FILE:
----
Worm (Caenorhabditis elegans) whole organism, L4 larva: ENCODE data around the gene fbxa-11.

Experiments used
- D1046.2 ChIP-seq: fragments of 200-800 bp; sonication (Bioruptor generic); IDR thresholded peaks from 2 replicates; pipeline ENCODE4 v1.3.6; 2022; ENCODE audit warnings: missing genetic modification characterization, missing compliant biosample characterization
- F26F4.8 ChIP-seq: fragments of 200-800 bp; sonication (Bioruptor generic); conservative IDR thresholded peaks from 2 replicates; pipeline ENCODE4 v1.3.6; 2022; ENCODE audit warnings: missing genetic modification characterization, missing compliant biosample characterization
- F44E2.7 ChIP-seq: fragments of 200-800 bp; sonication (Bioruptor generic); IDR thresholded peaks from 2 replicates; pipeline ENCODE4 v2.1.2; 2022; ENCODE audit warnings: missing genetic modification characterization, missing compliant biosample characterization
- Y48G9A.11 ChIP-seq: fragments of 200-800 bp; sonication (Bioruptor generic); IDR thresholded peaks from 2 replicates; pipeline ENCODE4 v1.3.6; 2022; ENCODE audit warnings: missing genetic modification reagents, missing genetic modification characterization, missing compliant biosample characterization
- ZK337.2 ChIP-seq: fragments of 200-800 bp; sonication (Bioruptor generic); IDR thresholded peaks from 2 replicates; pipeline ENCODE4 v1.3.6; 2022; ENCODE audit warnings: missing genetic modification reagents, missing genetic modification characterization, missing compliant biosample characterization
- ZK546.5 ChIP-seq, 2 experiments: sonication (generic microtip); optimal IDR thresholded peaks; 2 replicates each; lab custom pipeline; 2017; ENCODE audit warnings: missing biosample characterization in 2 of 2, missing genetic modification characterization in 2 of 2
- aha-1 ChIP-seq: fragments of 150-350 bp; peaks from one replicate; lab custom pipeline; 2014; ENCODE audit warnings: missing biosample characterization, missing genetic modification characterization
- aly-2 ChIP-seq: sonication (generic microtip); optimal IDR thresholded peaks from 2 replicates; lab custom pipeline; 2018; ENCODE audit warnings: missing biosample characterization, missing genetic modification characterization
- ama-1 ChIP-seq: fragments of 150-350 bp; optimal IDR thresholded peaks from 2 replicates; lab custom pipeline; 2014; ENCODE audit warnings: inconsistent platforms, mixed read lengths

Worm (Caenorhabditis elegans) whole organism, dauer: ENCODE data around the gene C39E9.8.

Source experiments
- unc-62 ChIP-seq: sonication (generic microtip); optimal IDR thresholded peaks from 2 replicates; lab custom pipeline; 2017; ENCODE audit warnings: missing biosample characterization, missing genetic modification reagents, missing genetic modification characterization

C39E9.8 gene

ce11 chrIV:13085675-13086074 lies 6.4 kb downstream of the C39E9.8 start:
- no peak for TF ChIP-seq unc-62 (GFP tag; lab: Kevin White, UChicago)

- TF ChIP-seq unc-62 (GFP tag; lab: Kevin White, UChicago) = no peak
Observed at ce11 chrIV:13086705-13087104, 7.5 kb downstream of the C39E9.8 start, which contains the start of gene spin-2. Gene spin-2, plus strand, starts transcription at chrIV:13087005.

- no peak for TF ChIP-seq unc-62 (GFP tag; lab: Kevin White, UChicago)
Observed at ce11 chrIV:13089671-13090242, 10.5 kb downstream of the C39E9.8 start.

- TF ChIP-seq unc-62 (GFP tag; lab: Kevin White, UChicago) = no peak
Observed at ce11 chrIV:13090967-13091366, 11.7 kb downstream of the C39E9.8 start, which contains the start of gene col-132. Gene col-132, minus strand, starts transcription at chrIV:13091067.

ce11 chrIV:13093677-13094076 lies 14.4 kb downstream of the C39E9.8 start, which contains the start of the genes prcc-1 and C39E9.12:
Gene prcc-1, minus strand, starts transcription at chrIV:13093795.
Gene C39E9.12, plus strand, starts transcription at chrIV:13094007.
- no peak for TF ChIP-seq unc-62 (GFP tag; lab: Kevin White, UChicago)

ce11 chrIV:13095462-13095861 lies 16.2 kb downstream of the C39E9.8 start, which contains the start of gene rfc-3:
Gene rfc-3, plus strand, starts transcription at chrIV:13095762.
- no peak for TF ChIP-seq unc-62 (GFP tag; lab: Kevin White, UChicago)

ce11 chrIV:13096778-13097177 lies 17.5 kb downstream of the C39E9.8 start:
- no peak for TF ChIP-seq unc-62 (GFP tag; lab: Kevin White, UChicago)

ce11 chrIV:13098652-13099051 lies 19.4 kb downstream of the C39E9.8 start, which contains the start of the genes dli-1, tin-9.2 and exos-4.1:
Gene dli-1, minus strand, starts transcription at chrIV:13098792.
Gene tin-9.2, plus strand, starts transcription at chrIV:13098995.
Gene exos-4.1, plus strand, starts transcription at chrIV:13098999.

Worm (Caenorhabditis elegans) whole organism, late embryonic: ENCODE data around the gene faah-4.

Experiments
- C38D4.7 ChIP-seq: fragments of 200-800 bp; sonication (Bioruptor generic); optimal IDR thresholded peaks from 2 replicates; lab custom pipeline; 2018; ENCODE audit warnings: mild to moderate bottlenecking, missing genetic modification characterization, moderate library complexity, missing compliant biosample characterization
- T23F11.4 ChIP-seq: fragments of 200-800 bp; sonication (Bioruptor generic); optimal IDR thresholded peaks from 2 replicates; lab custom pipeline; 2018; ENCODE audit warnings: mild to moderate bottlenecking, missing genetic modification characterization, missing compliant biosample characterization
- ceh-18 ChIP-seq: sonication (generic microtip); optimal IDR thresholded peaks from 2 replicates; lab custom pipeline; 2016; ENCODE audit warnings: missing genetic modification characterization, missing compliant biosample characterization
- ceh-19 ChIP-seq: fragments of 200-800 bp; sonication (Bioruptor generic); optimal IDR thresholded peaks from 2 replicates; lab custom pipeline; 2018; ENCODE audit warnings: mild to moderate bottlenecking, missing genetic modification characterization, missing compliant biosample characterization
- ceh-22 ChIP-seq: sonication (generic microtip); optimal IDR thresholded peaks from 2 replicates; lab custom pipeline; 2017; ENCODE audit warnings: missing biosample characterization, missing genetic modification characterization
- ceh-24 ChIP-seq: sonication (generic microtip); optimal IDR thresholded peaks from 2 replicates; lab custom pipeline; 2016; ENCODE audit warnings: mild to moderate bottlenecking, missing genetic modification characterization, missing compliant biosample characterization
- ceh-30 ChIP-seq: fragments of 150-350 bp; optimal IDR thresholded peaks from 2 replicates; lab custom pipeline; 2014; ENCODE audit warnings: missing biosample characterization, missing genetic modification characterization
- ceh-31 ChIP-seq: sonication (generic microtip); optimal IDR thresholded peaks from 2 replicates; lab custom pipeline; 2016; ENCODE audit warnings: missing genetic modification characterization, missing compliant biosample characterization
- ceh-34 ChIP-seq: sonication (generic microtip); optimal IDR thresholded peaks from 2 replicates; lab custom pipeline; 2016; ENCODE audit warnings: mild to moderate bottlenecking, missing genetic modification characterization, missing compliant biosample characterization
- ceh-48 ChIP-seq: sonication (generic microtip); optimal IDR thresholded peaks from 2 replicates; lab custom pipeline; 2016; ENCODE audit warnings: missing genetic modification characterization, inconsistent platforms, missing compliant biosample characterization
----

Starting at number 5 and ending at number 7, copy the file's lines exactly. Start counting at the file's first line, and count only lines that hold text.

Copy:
- F44E2.7 ChIP-seq: fragments of 200-800 bp; sonication (Bioruptor generic); IDR thresholded peaks from 2 replicates; pipeline ENCODE4 v2.1.2; 2022; ENCODE audit warnings: missing genetic modification characterization, missing compliant biosample characterization
- Y48G9A.11 ChIP-seq: fragments of 200-800 bp; sonication (Bioruptor generic); IDR thresholded peaks from 2 replicates; pipeline ENCODE4 v1.3.6; 2022; ENCODE audit warnings: missing genetic modification reagents, missing genetic modification characterization, missing compliant biosample characterization
- ZK337.2 ChIP-seq: fragments of 200-800 bp; sonication (Bioruptor generic); IDR thresholded peaks from 2 replicates; pipeline ENCODE4 v1.3.6; 2022; ENCODE audit warnings: missing genetic modification reagents, missing genetic modification characterization, missing compliant biosample characterization